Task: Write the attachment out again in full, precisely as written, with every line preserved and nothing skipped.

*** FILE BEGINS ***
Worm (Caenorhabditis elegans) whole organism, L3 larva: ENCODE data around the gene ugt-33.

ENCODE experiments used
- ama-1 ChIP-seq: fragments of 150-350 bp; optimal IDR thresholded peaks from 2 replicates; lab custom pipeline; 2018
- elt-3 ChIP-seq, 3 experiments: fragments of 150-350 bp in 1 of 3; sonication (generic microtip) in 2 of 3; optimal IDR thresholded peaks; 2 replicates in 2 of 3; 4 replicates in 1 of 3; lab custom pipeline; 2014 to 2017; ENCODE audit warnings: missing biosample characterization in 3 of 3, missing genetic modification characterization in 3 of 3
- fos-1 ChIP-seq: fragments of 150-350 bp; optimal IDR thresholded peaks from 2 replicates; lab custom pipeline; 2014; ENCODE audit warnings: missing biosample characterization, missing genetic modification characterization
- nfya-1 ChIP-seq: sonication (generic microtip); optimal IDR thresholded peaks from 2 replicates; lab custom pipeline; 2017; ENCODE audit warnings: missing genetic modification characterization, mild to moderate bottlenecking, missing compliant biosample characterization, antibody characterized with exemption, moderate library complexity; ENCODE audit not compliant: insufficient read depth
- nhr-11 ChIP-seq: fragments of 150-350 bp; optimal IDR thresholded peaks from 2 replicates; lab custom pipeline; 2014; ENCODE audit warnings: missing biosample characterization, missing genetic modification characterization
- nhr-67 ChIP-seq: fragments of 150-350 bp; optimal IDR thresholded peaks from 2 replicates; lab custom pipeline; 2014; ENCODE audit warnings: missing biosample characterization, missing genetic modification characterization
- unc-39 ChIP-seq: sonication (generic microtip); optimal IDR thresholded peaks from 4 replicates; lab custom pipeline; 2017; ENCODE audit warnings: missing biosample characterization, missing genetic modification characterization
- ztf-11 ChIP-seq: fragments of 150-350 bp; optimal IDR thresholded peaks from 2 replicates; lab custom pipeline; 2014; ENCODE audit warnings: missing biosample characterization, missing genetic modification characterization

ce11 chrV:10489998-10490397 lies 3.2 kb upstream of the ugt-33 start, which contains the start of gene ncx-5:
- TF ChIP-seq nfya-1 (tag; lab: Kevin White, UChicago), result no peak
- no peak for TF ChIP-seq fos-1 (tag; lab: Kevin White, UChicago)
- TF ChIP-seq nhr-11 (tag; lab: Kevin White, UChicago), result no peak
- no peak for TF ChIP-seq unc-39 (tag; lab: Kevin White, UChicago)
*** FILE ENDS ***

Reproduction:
Worm (Caenorhabditis elegans) whole organism, L3 larva: ENCODE data around the gene ugt-33.

ENCODE experiments used
- ama-1 ChIP-seq: fragments of 150-350 bp; optimal IDR thresholded peaks from 2 replicates; lab custom pipeline; 2018
- elt-3 ChIP-seq, 3 experiments: fragments of 150-350 bp in 1 of 3; sonication (generic microtip) in 2 of 3; optimal IDR thresholded peaks; 2 replicates in 2 of 3; 4 replicates in 1 of 3; lab custom pipeline; 2014 to 2017; ENCODE audit warnings: missing biosample characterization in 3 of 3, missing genetic modification characterization in 3 of 3
- fos-1 ChIP-seq: fragments of 150-350 bp; optimal IDR thresholded peaks from 2 replicates; lab custom pipeline; 2014; ENCODE audit warnings: missing biosample characterization, missing genetic modification characterization
- nfya-1 ChIP-seq: sonication (generic microtip); optimal IDR thresholded peaks from 2 replicates; lab custom pipeline; 2017; ENCODE audit warnings: missing genetic modification characterization, mild to moderate bottlenecking, missing compliant biosample characterization, antibody characterized with exemption, moderate library complexity; ENCODE audit not compliant: insufficient read depth
- nhr-11 ChIP-seq: fragments of 150-350 bp; optimal IDR thresholded peaks from 2 replicates; lab custom pipeline; 2014; ENCODE audit warnings: missing biosample characterization, missing genetic modification characterization
- nhr-67 ChIP-seq: fragments of 150-350 bp; optimal IDR thresholded peaks from 2 replicates; lab custom pipeline; 2014; ENCODE audit warnings: missing biosample characterization, missing genetic modification characterization
- unc-39 ChIP-seq: sonication (generic microtip); optimal IDR thresholded peaks from 4 replicates; lab custom pipeline; 2017; ENCODE audit warnings: missing biosample characterization, missing genetic modification characterization
- ztf-11 ChIP-seq: fragments of 150-350 bp; optimal IDR thresholded peaks from 2 replicates; lab custom pipeline; 2014; ENCODE audit warnings: missing biosample characterization, missing genetic modification characterization

ce11 chrV:10489998-10490397 lies 3.2 kb upstream of the ugt-33 start, which contains the start of gene ncx-5:
- TF ChIP-seq nfya-1 (tag; lab: Kevin White, UChicago), result no peak
- no peak for TF ChIP-seq fos-1 (tag; lab: Kevin White, UChicago)
- TF ChIP-seq nhr-11 (tag; lab: Kevin White, UChicago), result no peak
- no peak for TF ChIP-seq unc-39 (tag; lab: Kevin White, UChicago)